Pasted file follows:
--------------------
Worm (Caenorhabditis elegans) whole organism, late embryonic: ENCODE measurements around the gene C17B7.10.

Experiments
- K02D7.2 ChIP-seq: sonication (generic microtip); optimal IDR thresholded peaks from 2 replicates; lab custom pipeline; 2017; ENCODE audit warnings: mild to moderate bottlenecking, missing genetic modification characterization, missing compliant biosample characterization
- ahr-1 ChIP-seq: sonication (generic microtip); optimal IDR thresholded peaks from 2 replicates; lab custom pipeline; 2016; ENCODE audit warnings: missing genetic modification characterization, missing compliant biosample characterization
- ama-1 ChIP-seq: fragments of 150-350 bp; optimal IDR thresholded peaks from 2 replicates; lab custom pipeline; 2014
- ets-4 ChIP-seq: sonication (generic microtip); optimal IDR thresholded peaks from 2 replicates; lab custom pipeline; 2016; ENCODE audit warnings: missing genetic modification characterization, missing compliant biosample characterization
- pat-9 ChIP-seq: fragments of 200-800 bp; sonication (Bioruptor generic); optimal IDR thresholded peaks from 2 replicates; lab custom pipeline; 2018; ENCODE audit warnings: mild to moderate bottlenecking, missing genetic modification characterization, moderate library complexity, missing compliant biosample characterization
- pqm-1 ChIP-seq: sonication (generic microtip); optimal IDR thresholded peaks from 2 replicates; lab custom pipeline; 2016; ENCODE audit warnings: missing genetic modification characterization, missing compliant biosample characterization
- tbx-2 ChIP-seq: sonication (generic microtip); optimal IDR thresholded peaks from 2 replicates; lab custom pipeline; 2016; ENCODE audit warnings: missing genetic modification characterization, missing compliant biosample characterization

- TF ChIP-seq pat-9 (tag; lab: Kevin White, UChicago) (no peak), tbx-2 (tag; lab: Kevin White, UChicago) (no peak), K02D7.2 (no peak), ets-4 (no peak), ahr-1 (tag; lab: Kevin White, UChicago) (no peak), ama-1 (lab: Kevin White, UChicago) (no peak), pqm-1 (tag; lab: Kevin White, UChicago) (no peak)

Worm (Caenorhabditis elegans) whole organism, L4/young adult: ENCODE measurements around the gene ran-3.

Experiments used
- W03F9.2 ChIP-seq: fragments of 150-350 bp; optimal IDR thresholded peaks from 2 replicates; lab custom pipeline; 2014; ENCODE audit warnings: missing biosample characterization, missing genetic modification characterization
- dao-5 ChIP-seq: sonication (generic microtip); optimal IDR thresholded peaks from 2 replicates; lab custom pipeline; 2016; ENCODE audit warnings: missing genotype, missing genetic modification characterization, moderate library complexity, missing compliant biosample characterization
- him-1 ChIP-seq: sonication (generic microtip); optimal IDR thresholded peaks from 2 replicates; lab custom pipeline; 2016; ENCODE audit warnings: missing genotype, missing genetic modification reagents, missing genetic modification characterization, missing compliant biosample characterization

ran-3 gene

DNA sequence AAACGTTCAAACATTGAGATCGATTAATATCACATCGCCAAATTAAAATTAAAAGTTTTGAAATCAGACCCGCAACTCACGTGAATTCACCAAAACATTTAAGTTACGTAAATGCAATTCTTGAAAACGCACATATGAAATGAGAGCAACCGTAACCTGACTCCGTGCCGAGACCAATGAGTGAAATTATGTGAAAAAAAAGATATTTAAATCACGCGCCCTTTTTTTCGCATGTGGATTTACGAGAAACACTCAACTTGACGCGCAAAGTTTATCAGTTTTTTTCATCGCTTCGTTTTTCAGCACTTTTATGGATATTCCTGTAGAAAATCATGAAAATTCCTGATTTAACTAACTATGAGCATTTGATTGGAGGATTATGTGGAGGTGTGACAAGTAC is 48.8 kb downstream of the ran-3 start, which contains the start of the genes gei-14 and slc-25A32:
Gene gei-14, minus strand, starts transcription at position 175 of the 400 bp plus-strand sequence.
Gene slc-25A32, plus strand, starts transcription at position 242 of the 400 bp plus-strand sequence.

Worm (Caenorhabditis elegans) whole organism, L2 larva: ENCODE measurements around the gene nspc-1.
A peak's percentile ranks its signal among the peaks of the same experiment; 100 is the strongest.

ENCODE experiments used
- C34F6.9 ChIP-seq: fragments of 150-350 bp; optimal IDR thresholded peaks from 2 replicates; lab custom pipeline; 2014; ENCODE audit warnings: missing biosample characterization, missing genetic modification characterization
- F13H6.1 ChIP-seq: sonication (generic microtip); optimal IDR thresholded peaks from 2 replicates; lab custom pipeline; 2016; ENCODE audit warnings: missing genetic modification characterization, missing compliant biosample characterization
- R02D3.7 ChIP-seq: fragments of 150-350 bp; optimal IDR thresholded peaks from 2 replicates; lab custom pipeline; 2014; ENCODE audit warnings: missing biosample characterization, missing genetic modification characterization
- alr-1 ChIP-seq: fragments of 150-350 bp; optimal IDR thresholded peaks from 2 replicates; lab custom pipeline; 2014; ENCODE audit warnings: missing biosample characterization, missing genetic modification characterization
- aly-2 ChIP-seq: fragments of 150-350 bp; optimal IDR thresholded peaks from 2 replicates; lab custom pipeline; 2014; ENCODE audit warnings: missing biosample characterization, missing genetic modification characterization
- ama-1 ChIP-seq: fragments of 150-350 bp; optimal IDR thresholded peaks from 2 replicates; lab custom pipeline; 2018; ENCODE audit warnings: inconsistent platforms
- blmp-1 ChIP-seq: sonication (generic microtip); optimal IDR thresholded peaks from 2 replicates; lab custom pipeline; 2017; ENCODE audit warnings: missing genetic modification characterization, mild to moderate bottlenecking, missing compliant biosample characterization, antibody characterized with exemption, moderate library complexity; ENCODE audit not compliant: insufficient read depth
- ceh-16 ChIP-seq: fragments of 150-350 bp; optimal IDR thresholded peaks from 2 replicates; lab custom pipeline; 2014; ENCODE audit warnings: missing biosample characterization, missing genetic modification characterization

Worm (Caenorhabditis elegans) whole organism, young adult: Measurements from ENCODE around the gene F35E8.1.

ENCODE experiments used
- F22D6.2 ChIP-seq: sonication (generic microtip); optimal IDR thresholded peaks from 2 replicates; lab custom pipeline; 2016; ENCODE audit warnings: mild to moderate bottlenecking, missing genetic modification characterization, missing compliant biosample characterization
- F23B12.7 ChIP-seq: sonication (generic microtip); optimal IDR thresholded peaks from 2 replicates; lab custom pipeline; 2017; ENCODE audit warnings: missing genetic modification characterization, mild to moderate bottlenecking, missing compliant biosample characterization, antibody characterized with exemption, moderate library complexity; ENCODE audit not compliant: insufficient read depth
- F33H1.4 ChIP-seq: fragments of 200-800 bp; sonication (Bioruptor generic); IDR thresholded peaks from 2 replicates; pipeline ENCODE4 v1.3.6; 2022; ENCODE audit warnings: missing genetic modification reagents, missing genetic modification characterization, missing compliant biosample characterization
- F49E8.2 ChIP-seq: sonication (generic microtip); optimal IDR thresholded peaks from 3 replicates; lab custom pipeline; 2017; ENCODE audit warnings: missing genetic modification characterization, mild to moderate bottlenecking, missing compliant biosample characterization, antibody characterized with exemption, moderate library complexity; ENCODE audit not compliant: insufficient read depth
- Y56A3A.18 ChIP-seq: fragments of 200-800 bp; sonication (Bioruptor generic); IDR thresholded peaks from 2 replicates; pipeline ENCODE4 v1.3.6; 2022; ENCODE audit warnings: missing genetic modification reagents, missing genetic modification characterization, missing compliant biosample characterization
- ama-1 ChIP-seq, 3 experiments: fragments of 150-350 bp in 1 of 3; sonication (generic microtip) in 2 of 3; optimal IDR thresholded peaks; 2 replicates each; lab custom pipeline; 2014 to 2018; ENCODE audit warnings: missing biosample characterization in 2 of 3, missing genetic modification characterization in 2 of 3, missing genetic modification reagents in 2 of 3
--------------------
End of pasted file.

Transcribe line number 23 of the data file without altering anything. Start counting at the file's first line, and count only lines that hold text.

- C34F6.9 ChIP-seq: fragments of 150-350 bp; optimal IDR thresholded peaks from 2 replicates; lab custom pipeline; 2014; ENCODE audit warnings: missing biosample characterization, missing genetic modification characterization